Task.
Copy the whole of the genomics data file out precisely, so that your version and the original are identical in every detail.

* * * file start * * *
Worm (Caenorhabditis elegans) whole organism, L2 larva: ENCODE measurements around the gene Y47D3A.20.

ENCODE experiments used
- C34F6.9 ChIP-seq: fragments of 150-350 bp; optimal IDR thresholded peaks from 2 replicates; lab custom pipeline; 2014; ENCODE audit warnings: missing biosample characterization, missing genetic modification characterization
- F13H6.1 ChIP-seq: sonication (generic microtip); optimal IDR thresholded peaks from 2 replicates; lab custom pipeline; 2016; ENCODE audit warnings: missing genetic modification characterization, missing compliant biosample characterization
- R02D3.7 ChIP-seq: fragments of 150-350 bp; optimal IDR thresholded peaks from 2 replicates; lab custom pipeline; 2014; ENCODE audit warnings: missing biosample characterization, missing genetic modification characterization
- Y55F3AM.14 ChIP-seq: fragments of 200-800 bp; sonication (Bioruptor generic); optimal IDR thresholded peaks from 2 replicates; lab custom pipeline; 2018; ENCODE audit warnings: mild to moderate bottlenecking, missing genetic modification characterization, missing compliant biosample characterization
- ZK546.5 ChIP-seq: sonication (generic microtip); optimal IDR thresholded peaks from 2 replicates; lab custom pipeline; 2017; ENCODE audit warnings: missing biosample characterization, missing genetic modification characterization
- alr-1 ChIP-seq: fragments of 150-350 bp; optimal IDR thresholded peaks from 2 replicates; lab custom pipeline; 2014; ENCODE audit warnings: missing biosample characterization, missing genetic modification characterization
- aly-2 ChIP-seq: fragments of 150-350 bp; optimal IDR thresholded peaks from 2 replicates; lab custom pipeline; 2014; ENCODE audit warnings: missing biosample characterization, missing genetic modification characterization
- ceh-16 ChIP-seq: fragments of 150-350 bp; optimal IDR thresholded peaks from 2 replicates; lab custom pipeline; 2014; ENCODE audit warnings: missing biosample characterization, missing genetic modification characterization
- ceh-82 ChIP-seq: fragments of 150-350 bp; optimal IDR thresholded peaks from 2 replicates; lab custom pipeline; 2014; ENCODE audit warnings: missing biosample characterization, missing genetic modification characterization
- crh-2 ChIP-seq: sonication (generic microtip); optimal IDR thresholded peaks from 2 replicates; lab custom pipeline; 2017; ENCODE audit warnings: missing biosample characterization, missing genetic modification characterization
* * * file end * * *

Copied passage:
Worm (Caenorhabditis elegans) whole organism, L2 larva: ENCODE measurements around the gene Y47D3A.20.

ENCODE experiments used
- C34F6.9 ChIP-seq: fragments of 150-350 bp; optimal IDR thresholded peaks from 2 replicates; lab custom pipeline; 2014; ENCODE audit warnings: missing biosample characterization, missing genetic modification characterization
- F13H6.1 ChIP-seq: sonication (generic microtip); optimal IDR thresholded peaks from 2 replicates; lab custom pipeline; 2016; ENCODE audit warnings: missing genetic modification characterization, missing compliant biosample characterization
- R02D3.7 ChIP-seq: fragments of 150-350 bp; optimal IDR thresholded peaks from 2 replicates; lab custom pipeline; 2014; ENCODE audit warnings: missing biosample characterization, missing genetic modification characterization
- Y55F3AM.14 ChIP-seq: fragments of 200-800 bp; sonication (Bioruptor generic); optimal IDR thresholded peaks from 2 replicates; lab custom pipeline; 2018; ENCODE audit warnings: mild to moderate bottlenecking, missing genetic modification characterization, missing compliant biosample characterization
- ZK546.5 ChIP-seq: sonication (generic microtip); optimal IDR thresholded peaks from 2 replicates; lab custom pipeline; 2017; ENCODE audit warnings: missing biosample characterization, missing genetic modification characterization
- alr-1 ChIP-seq: fragments of 150-350 bp; optimal IDR thresholded peaks from 2 replicates; lab custom pipeline; 2014; ENCODE audit warnings: missing biosample characterization, missing genetic modification characterization
- aly-2 ChIP-seq: fragments of 150-350 bp; optimal IDR thresholded peaks from 2 replicates; lab custom pipeline; 2014; ENCODE audit warnings: missing biosample characterization, missing genetic modification characterization
- ceh-16 ChIP-seq: fragments of 150-350 bp; optimal IDR thresholded peaks from 2 replicates; lab custom pipeline; 2014; ENCODE audit warnings: missing biosample characterization, missing genetic modification characterization
- ceh-82 ChIP-seq: fragments of 150-350 bp; optimal IDR thresholded peaks from 2 replicates; lab custom pipeline; 2014; ENCODE audit warnings: missing biosample characterization, missing genetic modification characterization
- crh-2 ChIP-seq: sonication (generic microtip); optimal IDR thresholded peaks from 2 replicates; lab custom pipeline; 2017; ENCODE audit warnings: missing biosample characterization, missing genetic modification characterization